At proceedings held before PUC on September 17, 1990, the parties agreed that an evidentiary hearing was unnecessary and stipulated to the following facts: “1. The Parties agree that there is no incremental postage cost associated with inserting PG & E Progress in billing envelopes. Postage costs for mailing PG & E customers bills, which are borne by ratepayers, would be the same, whether or not Progress is included in the billing envelope. [¶] 2. The Parties agree that ratepayers are not charged any of the labor or overhead cost associated with the insertion of Progress into PG & E's billing envelopes, pursuant to CPUC Decision (D.) 83-12-047. [¶] 3. The Parties agree, for purposes of this litigation only, that ratepayers receive direct financial benefits from articles appearing in Progress, including the three editions of Progress at issue in this proceeding. Ratepayers are able to save money by taking advantage of the rate, energy conservation, and safety information provided in Progress. [¶] 4. The Parties agree that D.86-12-095, pertaining to PG & E's 1987 General Rate Case (GRC), found that articles in Progress provide the same type of information which must otherwise be provided by PG & E's customer service representatives when they respond to customers inquiries by phone or in person. As a result, Progress contributes to reduced customer accounts expense which, in turn, results in lower rates, all else held constant. The Parties further agree that the above-mentioned conclusions reached in D.86-12-095 shall be controlling for purposes of this proceeding.” 3 After the filing of briefs, PUC took no further action in the case until October 21, 1998, at which time it requested the filing of new briefs and informed the parties that it would issue a decision based on the record developed in 1990.
On May 13, 1999, PUC issued decision No. 99-05-032, ordering PG & E to refund to its customers $920,000, representing 40 percent of the cost of postage for the billings in June, July, and August 1987, based upon its finding that PG & E violated section 453, subdivision (d), by including “with bills for services to its customers literature designed or intended to promote or defeat any change in federal legislation or regulations.”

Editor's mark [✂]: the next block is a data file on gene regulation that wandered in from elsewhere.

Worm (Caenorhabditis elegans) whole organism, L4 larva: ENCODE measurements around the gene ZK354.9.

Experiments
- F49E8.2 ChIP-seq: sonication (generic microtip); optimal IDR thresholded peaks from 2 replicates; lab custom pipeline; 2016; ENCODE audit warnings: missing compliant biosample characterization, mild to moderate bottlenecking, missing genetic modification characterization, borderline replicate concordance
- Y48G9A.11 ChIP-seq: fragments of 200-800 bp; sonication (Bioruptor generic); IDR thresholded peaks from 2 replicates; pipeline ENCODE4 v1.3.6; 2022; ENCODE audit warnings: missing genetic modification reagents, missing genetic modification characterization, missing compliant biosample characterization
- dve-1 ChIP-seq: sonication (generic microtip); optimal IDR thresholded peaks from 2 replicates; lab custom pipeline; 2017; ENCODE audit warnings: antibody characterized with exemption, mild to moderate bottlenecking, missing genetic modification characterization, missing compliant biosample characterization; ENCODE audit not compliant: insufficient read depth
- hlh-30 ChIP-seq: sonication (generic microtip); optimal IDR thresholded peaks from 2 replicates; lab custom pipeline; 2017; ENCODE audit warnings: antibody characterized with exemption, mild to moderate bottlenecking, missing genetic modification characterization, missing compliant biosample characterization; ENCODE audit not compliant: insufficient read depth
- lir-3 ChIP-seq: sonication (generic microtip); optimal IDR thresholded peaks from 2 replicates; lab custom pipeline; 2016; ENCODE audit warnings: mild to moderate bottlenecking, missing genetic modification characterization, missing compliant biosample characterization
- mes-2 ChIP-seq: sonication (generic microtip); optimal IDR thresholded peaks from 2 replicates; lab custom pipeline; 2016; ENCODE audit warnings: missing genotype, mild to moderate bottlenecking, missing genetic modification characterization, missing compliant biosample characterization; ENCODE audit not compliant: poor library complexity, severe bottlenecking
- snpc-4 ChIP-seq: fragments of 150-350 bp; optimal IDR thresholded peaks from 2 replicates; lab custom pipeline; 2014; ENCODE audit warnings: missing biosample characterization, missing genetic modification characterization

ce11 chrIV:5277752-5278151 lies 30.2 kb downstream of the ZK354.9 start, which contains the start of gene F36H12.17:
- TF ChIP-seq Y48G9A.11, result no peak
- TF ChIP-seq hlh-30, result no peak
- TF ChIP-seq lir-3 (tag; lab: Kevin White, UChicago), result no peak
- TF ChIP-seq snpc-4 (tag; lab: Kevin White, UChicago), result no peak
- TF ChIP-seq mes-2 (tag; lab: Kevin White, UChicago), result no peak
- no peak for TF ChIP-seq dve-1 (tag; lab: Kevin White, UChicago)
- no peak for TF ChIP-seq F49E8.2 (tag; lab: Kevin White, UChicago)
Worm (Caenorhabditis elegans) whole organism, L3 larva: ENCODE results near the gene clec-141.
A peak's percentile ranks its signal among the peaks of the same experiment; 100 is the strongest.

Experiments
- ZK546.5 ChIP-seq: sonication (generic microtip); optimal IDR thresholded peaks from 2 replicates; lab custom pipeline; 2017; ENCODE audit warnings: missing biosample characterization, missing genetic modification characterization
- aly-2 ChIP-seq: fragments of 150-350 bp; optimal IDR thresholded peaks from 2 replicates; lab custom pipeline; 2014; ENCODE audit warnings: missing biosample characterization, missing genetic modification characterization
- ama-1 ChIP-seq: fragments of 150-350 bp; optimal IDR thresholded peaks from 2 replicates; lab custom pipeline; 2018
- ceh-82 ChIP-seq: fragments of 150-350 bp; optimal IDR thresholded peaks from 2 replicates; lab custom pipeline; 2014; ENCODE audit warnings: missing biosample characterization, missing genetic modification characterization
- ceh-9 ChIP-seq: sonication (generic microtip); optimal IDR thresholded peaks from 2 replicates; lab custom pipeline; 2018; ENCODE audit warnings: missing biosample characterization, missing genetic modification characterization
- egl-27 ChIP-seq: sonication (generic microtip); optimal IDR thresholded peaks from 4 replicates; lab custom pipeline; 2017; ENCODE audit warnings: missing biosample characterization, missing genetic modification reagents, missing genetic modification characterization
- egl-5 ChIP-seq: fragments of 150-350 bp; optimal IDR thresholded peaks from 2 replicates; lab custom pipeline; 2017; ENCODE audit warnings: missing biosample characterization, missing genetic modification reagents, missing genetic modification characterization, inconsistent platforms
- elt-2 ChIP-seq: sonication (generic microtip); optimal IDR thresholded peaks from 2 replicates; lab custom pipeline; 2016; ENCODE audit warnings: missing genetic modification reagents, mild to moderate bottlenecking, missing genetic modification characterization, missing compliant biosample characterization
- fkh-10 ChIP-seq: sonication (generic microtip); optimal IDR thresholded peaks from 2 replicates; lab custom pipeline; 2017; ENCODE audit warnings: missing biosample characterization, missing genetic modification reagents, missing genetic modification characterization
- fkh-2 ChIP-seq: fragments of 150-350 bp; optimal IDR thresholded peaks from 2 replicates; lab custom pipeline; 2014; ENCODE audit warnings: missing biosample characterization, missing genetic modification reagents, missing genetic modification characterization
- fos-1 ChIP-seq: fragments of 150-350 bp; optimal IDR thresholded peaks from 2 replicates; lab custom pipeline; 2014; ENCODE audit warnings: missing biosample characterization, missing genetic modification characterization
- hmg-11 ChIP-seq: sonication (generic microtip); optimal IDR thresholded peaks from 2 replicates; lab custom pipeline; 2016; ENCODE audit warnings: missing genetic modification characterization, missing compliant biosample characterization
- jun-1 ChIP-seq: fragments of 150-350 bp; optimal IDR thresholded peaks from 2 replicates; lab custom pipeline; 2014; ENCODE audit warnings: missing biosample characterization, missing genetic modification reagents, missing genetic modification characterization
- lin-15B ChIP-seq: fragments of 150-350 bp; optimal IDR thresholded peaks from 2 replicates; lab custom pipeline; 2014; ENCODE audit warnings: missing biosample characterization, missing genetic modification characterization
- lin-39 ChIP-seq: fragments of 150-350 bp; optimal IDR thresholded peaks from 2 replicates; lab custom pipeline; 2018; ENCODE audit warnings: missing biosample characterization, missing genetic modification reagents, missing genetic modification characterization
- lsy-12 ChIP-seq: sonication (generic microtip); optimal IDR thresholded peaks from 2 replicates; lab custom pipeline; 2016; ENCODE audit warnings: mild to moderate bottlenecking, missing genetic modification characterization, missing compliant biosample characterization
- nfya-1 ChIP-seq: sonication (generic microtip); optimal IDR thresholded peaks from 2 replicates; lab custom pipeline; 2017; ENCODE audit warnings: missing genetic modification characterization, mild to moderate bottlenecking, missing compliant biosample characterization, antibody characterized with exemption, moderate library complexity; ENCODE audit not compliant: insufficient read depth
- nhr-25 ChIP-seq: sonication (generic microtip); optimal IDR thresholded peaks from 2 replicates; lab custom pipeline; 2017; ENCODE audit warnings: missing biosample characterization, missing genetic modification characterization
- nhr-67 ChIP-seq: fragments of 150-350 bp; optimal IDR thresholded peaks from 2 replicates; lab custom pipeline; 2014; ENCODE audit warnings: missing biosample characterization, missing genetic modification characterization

On December 2, 1999, PUC issued decision No. 99-12-022 [1999 WL 1990195], denying PG & E's application for rehearing of decision No. 99-05-032. PG & E filed a timely petition for writ of review of both decisions.4 We granted review of the petition on August 7, 2000.
In its May 13, 1999 decision, PUC made the following findings of fact: (1) The stipulation of facts was adopted; (2) The June, July, and August 1987 issues of the PG & E Progress contained articles seeking to promote a change in current federal regulations in regard to purchasing power from private power producers; (3) The cost of mailing the three issues was approximately $2.3 million; and (4) PG & E, a public utility, violated section 453, subdivision (d)(4), in that PG & E did include with bills for services to its customers literature designed or intended to promote or defeat any change in federal legislation or regulations. PUC also made the following conclusions of law: (1) PG & E violated section 453, subdivision (d)(4); and (2) PG & E should be required to refund to its customers 40 percent of the cost of postage ($920,000) for the three issues-June, July, and August 1987, plus interest commencing April 1, 1998, in the manner set forth in the Order. Based upon the foregoing findings of fact and conclusions of law, PUC ordered PG & E to refund $920,000 to its customers.5